Some minor cracks and cosmetic damage will cost perhaps $50,000 to $60,000 to repair, but Loder says everyone at ACT feels lucky.
Unfortunately, the city’s other historic 1920s-era stage — the 5th Avenue Theater — didn’t fare as well.
The 5th Avenue’s lobby and auditorium are decorated with elaborate, colorful filigree, patterns and dragons inspired by Beijing’s Forbidden City. Ordinarily, such details might be made of wood, but the 5th Avenue’s were made of plaster in the wake of the great Seattle Fire of 1889.
The earthquake wreaked havoc on the plaster, says Tracy Wickersham, director of marketing and public relations. Crews were working around the clock to net and wire the ceilings and decorative pillars, so things could be stabilized enough to open “1776” just a day behind schedule, on March 7.
Stabilization alone may cost the theater $75,000, Wickersham says. Actual repairs will cost much more, and the theater has no earthquake insurance.
“We did apply for the insurance, but we were turned down due to the age of the building,” Wickersham reports. “We will be investigating whether we can get any relief through FEMA (Federal Emergency Management Agency), and continuing with plans to retrofit the building.”
Staff of 5th Avenue was relieved that the building proved structurally sound, but the damage to the interior is still disconcerting. “It’s painful to see this happen in our beautiful theater,” Wickersham says.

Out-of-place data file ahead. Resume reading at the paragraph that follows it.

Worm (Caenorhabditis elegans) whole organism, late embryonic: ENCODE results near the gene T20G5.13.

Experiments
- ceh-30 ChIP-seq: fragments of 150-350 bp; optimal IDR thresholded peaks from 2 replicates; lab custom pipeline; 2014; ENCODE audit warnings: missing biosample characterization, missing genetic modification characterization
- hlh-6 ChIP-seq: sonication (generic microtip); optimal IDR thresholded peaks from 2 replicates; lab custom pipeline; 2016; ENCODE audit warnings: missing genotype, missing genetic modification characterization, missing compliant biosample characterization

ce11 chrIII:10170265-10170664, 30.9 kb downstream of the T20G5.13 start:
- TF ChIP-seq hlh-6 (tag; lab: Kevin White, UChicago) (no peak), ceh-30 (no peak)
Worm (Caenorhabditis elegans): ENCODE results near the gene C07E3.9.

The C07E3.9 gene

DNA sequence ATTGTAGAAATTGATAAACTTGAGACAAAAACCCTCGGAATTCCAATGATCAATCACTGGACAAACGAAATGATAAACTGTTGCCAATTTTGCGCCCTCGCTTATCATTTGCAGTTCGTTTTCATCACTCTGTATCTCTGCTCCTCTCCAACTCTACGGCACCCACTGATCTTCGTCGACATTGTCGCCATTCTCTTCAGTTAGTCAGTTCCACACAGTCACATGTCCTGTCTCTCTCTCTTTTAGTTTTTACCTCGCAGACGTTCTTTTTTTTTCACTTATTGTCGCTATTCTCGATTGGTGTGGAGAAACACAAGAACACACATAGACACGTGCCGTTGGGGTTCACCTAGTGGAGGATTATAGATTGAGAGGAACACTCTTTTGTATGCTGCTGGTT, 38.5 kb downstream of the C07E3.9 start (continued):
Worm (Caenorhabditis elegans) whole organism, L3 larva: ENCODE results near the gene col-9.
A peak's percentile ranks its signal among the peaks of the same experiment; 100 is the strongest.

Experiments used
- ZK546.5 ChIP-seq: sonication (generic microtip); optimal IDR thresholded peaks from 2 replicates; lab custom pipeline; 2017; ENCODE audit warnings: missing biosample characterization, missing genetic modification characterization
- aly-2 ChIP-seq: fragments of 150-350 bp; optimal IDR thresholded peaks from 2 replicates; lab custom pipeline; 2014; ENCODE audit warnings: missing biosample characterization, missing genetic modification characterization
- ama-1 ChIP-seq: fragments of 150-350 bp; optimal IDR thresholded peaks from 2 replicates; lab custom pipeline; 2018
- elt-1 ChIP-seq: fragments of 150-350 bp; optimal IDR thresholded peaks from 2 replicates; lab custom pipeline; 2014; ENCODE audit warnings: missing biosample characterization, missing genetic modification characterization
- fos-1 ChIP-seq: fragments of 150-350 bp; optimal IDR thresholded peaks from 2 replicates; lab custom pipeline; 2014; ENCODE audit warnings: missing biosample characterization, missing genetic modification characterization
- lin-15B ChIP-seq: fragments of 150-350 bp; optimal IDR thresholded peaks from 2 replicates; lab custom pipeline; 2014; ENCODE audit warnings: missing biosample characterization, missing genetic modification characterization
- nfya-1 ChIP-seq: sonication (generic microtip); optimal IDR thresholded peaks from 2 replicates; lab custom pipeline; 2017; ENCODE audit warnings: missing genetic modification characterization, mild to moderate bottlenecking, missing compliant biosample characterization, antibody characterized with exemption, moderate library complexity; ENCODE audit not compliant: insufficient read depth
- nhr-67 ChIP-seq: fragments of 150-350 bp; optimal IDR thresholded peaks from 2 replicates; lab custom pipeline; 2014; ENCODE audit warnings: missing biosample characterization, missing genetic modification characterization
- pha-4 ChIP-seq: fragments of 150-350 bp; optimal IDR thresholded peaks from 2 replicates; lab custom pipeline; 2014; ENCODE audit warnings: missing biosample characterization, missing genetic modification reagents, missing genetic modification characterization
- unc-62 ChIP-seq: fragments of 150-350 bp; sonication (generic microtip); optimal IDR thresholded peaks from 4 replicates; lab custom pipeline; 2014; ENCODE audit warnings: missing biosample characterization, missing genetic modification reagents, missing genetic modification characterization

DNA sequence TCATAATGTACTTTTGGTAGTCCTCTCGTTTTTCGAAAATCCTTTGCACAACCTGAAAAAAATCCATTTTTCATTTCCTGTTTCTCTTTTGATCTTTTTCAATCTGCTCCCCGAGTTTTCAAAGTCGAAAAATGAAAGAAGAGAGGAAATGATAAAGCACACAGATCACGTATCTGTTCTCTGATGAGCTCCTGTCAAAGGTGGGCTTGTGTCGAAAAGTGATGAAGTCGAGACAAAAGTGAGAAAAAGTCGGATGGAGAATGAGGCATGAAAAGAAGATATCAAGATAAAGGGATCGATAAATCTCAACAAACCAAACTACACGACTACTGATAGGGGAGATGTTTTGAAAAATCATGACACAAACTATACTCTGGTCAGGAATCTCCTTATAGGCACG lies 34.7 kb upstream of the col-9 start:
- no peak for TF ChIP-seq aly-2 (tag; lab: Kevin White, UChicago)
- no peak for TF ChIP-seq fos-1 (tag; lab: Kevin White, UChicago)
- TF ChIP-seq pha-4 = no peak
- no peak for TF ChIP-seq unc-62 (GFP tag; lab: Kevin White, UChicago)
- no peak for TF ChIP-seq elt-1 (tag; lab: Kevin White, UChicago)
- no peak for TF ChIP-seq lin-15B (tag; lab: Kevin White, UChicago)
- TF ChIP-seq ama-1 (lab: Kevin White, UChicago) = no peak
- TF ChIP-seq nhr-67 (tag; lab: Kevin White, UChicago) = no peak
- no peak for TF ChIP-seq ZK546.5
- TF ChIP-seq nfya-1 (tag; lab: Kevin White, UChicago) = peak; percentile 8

Two theaters that share the Seattle Center campus with Intiman were spared such pain — Seattle Repertory Theater and Seattle Children’s Theater.
Both were in the middle of school performances when the temblor struck. In both houses, children calmly stayed in their seats for the duration of the rumbling, and then followed the directions of teachers and staff members to file outdoors in an orderly manner.
“Children are more likely to look to adults for direction in a situation like this,” the Rep’s public relations manager, Jeff Fickes, observes. “Adults tend to take things into their own hands.”
At SCT, some children who had been watching a production of “Winnie the Pooh” chalked up the disruption to Tigger, who had just made his entrance. “They thought he was the one making the stage bounce,” according to public relations manager Taryn Essinger.
The Rep and SCT were inspected by engineers and pronounced sound. So was their neighbor, Intiman, to the surprise (and relief) of some staff members.
“The theater was built as a temporary structure for the 1962 World’s Fair and it is due for a retrofit,” production manager David Milligan says. “It’s got brick walls and 30-foot-high glass walls that could be dangerous. But it made it through the ’65 quake and it made it through this one.”
The theater’s only worry now is whether it will be able to retrieve its props for a production of “Raisin in the Sun” that’s scheduled to open after “Cymbeline.” They’re stored in the same building that houses Starbucks’ national headquarters in South Seattle — one of the worst-hit buildings in the region.